Sulfuric acid is optionally added to either the intermediate composition or soil binding and revegetation composition and mixed for 3–5 minutes in order to yield a final pH-adjusted soil binding and revegetation composition having a pH in a range of about 10–12.

Example 2

Aqueous soil binding and revegetation compositions were manufactured by mixing together the following components:

Endosperm (wheat flour) 133.5 lbs.
Iron oxide (Fe2O3) 0.67 lb.
Sodium Hydroxide 34 lbs.
Potassium Hydroxide 34 lbs.
Water 8340 lbs. (1000 gallons)
Fibrous Material 250–375 lbs.

The endosperm and iron oxide were dry-mixed together for 3–5 minutes using a shear-type mixer in order to ensure more even dispersion of the iron oxide in the final composition. Thereafter, the endosperm and iron oxide mixture was added to a vessel containing the water (either fresh or brackish water) and mixed for 3–5 minutes using strong agitation in order to form a suspension of endosperm and iron oxide within the water.

Thereafter, the sodium hydroxide and potassium hydroxide were added to and mixed with the suspension for 3–5 minutes in order to react with and ionize the endosperm. The iron oxide may have also reacted or associated with the endosperm as a result of the water and hydroxide constituents. The intermediate composition formed thereby had a pH of about 13.2 or higher.

Soil binding and revegetation compositions suitable for vegetation or revegetation of denuded soil were made by adding 250–375 lbs. of a fibrous material to the intermediate composition. The fibrous material comprised a mixture of 40% thermally treated wood fibers and 60% recycled newsprint. The solid components exclusive of the added water and fibrous material had a combined concentration of about 2.4% by weight of the water.

Sulfuric acid is optionally added to either the intermediate composition or soil binding and revegetation composition and mixed for 3–5 minutes in order to yield a final pH-adjusted soil binding and revegetation composition having a pH in a range of about 10–12.

Example 3

Aqueous soil binding and revegetation compositions were manufactured by mixing together the following components:

Endosperm (wheat flour) 150 lbs.
Iron oxide (Fe2O3) 0.75 lb.
Sodium Hydroxide 38 lbs.
Potassium Hydroxide 38 lbs.
Water 8340 lbs. (1000 gallons)
Fibrous Material 250–375 lbs.

The endosperm and iron oxide were dry-mixed together for 3–5 minutes using a shear-type mixer in order to ensure more even dispersion of the iron oxide in the final composition. Thereafter, the endosperm and iron oxide mixture was added to a vessel containing the water (either fresh or brackish water) and mixed for 3–5 minutes using strong agitation in order to form a suspension of endosperm and iron oxide within the water.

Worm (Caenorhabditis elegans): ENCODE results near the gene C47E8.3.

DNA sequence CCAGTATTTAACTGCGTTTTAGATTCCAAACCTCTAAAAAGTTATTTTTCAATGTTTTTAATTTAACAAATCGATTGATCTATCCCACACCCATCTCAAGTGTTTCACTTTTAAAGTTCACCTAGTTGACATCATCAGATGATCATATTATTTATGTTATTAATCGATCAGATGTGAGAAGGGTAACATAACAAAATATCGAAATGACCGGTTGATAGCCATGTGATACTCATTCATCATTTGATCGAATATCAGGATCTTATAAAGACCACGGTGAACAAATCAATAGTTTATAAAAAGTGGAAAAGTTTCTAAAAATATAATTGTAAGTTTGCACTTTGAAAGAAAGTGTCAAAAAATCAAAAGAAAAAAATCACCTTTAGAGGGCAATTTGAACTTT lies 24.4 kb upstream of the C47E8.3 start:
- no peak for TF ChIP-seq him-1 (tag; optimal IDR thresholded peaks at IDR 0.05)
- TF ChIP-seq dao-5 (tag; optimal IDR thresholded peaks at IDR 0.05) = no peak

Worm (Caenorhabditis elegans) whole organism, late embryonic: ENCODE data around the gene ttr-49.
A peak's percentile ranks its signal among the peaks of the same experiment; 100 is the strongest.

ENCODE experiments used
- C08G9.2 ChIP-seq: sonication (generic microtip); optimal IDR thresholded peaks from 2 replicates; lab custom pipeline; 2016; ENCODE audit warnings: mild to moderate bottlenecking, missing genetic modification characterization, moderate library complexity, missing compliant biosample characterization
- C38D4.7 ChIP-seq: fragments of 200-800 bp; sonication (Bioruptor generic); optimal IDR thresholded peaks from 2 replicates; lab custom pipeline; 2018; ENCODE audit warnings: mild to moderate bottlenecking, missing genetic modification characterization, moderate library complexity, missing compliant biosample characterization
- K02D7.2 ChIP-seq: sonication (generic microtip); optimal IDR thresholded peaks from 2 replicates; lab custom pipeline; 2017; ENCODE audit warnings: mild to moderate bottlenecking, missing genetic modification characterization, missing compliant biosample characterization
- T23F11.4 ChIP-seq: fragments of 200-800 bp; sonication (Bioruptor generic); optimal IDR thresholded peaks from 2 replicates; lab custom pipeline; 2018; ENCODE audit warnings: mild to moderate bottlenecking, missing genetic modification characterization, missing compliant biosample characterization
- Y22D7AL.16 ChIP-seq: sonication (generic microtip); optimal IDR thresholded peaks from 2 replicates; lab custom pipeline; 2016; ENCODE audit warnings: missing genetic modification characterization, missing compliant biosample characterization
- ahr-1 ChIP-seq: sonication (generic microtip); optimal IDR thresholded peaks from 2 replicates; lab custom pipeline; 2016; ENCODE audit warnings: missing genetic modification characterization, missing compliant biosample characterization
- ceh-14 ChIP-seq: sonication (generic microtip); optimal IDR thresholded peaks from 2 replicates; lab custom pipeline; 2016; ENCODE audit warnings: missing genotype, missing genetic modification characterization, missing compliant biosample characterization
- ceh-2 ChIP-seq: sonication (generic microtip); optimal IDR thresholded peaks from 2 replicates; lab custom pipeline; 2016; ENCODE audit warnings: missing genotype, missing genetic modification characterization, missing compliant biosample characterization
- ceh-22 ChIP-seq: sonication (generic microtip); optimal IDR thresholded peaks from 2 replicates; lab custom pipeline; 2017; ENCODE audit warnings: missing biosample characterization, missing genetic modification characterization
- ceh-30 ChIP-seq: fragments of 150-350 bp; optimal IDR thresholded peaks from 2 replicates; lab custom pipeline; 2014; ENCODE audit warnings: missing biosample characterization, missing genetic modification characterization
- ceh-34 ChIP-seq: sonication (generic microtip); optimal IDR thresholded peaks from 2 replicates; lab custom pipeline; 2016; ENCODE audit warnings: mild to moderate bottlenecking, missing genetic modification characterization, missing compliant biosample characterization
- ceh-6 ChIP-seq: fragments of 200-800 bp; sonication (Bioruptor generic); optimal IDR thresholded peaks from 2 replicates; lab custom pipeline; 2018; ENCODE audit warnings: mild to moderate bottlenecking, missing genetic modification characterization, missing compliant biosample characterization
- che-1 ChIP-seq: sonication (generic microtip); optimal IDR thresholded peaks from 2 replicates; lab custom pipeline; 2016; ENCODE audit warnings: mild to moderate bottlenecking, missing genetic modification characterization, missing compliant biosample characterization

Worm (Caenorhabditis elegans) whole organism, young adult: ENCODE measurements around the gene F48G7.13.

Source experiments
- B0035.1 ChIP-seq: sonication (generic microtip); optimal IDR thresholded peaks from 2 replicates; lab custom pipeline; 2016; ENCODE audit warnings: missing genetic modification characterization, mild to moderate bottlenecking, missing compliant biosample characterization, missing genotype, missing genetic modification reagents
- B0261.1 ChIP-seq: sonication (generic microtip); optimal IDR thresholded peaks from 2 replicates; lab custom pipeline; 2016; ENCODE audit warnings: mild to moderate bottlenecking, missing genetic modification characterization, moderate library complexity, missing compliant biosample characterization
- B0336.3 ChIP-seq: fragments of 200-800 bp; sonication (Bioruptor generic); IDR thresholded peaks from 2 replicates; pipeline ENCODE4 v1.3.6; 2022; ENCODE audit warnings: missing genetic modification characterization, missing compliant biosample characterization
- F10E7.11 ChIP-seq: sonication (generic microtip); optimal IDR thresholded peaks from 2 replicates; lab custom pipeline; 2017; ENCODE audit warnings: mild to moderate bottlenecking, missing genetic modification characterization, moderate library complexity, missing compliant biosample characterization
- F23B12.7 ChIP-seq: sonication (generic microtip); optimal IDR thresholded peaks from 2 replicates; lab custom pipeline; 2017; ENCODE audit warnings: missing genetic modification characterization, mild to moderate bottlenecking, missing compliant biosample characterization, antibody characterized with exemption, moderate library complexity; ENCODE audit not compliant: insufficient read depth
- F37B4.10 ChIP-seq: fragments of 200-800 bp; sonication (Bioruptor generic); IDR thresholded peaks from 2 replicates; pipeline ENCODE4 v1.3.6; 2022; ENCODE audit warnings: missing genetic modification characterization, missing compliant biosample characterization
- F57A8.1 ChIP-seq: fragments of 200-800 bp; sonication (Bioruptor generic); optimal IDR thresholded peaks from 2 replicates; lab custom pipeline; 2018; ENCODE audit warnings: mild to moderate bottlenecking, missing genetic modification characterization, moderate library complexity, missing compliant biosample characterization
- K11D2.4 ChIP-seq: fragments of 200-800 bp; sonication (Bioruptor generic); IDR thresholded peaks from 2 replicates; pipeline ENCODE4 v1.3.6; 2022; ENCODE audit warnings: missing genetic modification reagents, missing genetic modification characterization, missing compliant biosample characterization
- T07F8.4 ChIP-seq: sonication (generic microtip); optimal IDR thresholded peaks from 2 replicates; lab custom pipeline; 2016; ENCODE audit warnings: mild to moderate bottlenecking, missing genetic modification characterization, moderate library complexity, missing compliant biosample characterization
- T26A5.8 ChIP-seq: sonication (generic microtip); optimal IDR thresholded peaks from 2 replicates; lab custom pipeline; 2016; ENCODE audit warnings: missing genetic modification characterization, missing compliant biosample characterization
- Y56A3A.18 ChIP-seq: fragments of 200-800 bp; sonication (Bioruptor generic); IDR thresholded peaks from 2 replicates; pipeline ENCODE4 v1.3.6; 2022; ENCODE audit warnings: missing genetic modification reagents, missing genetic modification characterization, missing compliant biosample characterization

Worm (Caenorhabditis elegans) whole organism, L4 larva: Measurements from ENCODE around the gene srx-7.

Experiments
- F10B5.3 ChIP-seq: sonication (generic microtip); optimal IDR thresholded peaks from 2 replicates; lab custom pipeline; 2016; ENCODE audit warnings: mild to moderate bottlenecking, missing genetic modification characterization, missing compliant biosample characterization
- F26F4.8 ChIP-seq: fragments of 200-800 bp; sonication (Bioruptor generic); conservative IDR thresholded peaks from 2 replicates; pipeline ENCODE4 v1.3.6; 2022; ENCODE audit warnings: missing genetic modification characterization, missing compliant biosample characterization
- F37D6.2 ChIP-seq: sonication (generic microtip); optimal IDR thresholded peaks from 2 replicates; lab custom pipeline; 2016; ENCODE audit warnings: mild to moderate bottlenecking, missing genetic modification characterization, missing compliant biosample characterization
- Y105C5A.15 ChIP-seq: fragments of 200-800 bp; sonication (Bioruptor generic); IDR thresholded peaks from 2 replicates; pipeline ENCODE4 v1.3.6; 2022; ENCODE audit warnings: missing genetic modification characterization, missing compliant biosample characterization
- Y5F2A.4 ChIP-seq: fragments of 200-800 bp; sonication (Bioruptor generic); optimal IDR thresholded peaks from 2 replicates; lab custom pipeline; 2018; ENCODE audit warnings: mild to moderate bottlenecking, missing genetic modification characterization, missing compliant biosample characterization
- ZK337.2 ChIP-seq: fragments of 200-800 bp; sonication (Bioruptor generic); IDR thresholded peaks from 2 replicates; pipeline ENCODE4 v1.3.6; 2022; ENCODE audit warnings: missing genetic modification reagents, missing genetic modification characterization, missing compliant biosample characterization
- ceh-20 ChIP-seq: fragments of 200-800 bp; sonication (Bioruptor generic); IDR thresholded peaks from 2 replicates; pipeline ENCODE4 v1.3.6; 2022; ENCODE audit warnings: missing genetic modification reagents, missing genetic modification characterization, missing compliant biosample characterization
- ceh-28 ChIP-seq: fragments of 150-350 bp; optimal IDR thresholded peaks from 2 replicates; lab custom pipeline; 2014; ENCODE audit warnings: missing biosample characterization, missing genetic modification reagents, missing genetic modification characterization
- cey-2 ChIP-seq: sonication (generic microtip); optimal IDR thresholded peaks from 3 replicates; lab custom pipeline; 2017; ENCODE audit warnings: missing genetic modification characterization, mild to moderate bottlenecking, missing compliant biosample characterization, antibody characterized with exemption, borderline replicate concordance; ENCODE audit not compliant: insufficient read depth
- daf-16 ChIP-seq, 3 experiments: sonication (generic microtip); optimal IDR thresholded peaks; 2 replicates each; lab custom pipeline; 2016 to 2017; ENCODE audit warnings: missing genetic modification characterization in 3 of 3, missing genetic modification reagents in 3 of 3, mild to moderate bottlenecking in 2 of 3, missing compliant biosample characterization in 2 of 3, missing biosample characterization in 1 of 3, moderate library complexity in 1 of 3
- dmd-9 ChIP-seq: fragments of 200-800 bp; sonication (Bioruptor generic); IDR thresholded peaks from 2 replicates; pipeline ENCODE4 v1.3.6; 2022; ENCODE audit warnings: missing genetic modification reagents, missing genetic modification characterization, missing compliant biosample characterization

Thereafter, the sodium hydroxide and potassium hydroxide were added to and mixed with the suspension for 3–5 minutes in order to react with and ionize the endosperm. The iron oxide may have also reacted or associated with the endosperm as a result of the water and hydroxide constituents. The intermediate composition formed thereby had a pH of about 13.2 or higher.

Soil binding and revegetation compositions suitable for vegetation or revegetation of denuded soil were made by adding 250–375 lbs. of a fibrous material to the intermediate composition and mixing for 3–5 minutes. The fibrous material comprised a mixture of 40% thermally treated wood fibers and 60% recycled newsprint. The solid components exclusive of the added water and fibrous material had a combined concentration of about 2.7% by weight of the water.

Sulfuric acid is optionally added to either the intermediate composition or soil binding and revegetation composition and mixed for 3–5 minutes in order to yield a final pH-adjusted soil binding and revegetation composition having a pH in a range of about 10–12.

Example 4

An intermediate composition suitable for use in manufacturing a soil binding and revegetation composition was manufactured by mixing together the following components:

Endosperm (wheat flour) 66 lbs.
Iron oxide (Fe2O3) 0.38 lb.
Sodium Hydroxide 33 lbs.
Water 8340 lbs. (1000 gallons)

The endosperm and iron oxide were dry-mixed together for 3–5 minutes using a shear-type mixer in order to ensure more even dispersion of the iron oxide in the final composition. Thereafter, the endosperm and iron oxide mixture was added to a vessel containing the water (either fresh or brackish water) and mixed for 3–5 minutes using strong agitation in order to form a suspension of endosperm and iron oxide within the water.